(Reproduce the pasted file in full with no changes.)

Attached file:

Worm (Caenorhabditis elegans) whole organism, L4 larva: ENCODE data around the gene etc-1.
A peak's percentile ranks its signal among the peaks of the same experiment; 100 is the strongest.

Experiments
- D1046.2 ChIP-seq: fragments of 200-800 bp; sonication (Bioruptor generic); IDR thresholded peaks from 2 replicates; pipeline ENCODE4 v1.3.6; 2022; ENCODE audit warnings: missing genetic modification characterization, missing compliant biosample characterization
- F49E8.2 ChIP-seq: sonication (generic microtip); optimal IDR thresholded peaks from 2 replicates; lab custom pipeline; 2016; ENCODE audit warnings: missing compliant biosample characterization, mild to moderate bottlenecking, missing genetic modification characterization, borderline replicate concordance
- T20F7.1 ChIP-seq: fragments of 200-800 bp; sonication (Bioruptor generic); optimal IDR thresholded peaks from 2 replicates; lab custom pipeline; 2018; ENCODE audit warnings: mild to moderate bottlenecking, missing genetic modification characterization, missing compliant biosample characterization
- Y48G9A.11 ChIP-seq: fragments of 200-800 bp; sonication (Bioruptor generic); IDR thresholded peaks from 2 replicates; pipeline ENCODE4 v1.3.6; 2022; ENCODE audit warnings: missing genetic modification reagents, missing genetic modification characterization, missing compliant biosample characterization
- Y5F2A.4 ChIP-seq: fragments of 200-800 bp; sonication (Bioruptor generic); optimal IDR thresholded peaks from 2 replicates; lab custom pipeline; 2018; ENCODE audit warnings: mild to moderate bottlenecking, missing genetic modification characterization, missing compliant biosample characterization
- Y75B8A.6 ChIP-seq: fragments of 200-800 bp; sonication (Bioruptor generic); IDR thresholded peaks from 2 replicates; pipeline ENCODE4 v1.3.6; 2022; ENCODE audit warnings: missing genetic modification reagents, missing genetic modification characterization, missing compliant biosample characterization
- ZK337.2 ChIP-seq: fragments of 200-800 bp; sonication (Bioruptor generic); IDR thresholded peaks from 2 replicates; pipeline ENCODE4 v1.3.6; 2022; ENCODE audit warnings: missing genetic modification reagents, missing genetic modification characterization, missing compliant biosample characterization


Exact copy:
Worm (Caenorhabditis elegans) whole organism, L4 larva: ENCODE data around the gene etc-1.
A peak's percentile ranks its signal among the peaks of the same experiment; 100 is the strongest.

Experiments
- D1046.2 ChIP-seq: fragments of 200-800 bp; sonication (Bioruptor generic); IDR thresholded peaks from 2 replicates; pipeline ENCODE4 v1.3.6; 2022; ENCODE audit warnings: missing genetic modification characterization, missing compliant biosample characterization
- F49E8.2 ChIP-seq: sonication (generic microtip); optimal IDR thresholded peaks from 2 replicates; lab custom pipeline; 2016; ENCODE audit warnings: missing compliant biosample characterization, mild to moderate bottlenecking, missing genetic modification characterization, borderline replicate concordance
- T20F7.1 ChIP-seq: fragments of 200-800 bp; sonication (Bioruptor generic); optimal IDR thresholded peaks from 2 replicates; lab custom pipeline; 2018; ENCODE audit warnings: mild to moderate bottlenecking, missing genetic modification characterization, missing compliant biosample characterization
- Y48G9A.11 ChIP-seq: fragments of 200-800 bp; sonication (Bioruptor generic); IDR thresholded peaks from 2 replicates; pipeline ENCODE4 v1.3.6; 2022; ENCODE audit warnings: missing genetic modification reagents, missing genetic modification characterization, missing compliant biosample characterization
- Y5F2A.4 ChIP-seq: fragments of 200-800 bp; sonication (Bioruptor generic); optimal IDR thresholded peaks from 2 replicates; lab custom pipeline; 2018; ENCODE audit warnings: mild to moderate bottlenecking, missing genetic modification characterization, missing compliant biosample characterization
- Y75B8A.6 ChIP-seq: fragments of 200-800 bp; sonication (Bioruptor generic); IDR thresholded peaks from 2 replicates; pipeline ENCODE4 v1.3.6; 2022; ENCODE audit warnings: missing genetic modification reagents, missing genetic modification characterization, missing compliant biosample characterization
- ZK337.2 ChIP-seq: fragments of 200-800 bp; sonication (Bioruptor generic); IDR thresholded peaks from 2 replicates; pipeline ENCODE4 v1.3.6; 2022; ENCODE audit warnings: missing genetic modification reagents, missing genetic modification characterization, missing compliant biosample characterization